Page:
The point for Woermann and Cilliers, I think, is that we are all in a fog on a poorly-lighted street corner. In most situations, what we confidently know is dwarfed by what we do not know, certainly in complex situations such as MOOCs present, and we can either be scared shitless, or we can see the ironic humor in our condition and make our choices with the full understanding that we do not completely know what we are doing. Woermann and Cilliers argue for ironic humor, an alert ironic humor.

They seem mostly to use irony as "a demonstration of incongruence between what is expected and what is" (455). This incongruence is the slippage between what we know and what we don't know and in the interactions between our knowledge and ignorance. We often seem to think that—or at least to act as if—what lies beyond our little street corner of knowledge does not affect us. This is not so. Complexity demonstrates that very little in reality is closed to outside influences, whether known or unknown. We try to build black boxes that do not interact with the outside, that are perfectly hermetic, but we always fail. All boxes leak, and the unknown always feeds into the known, perturbing our knowledge in mysterious ways until what starts as little slippages becomes a landslide, and we have to transgress our boundaries, expand our knowledge, to account for the perturbations.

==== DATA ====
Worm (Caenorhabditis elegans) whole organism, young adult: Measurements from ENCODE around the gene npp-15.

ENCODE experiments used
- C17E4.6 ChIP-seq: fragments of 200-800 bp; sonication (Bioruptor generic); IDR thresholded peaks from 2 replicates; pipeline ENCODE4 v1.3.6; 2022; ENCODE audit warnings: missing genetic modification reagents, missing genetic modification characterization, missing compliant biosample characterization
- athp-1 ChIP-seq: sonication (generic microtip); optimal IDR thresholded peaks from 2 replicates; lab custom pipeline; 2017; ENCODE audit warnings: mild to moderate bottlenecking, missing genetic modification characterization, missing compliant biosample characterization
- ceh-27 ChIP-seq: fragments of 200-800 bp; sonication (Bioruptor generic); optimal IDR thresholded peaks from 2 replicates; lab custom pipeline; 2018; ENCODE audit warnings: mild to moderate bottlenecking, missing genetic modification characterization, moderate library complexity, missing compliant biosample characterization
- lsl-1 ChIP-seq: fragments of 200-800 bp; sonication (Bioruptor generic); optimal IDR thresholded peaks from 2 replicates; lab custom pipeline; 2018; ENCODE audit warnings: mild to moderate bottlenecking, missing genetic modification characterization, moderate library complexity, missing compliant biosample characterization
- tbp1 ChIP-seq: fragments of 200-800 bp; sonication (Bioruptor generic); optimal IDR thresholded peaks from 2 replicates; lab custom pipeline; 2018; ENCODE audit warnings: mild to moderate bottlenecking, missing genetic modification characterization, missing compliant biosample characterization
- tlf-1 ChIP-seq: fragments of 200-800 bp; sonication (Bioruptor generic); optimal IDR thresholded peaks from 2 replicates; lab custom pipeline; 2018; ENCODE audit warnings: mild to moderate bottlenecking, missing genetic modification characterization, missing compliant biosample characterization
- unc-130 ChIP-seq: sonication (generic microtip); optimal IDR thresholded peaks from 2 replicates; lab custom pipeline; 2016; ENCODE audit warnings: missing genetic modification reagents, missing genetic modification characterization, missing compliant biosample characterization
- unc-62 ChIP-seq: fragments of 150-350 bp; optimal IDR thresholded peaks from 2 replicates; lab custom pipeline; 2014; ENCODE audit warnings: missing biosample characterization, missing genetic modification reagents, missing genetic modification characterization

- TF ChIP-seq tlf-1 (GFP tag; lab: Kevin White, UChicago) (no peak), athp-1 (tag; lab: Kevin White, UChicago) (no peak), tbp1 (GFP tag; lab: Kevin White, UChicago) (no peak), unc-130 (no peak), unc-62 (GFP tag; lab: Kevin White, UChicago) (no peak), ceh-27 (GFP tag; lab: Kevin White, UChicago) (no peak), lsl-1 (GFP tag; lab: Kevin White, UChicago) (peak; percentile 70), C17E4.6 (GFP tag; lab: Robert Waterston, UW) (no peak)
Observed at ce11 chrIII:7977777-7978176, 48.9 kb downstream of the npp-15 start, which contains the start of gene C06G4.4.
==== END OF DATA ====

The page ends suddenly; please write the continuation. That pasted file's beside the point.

Irony helps us to cope with the uncertain results of our choices, and this uncertainty extends far beyond our lack of complete knowledge of any situation when making our choices. The uncertainty really begins after we've made our choices. In her 2010 doctoral dissertation, A Complex Ethics: Critical Complexity, Deconstruction, and Implications for Business Ethics, Woermann references what Edgar Morin calls "the principle of ecology of action". Woermann says, "as soon as an action is taken, it begins to escape from the intentions and will of its creator, and is taken up in a network of interactions and multiple feedbacks, which deprives it of finality" (212). In other words, all our actions reverberate, proliferate, amplify, and wander. They blow back. Once we release our actions into an ecosystem, they unpack in ways that we cannot completely predict or control.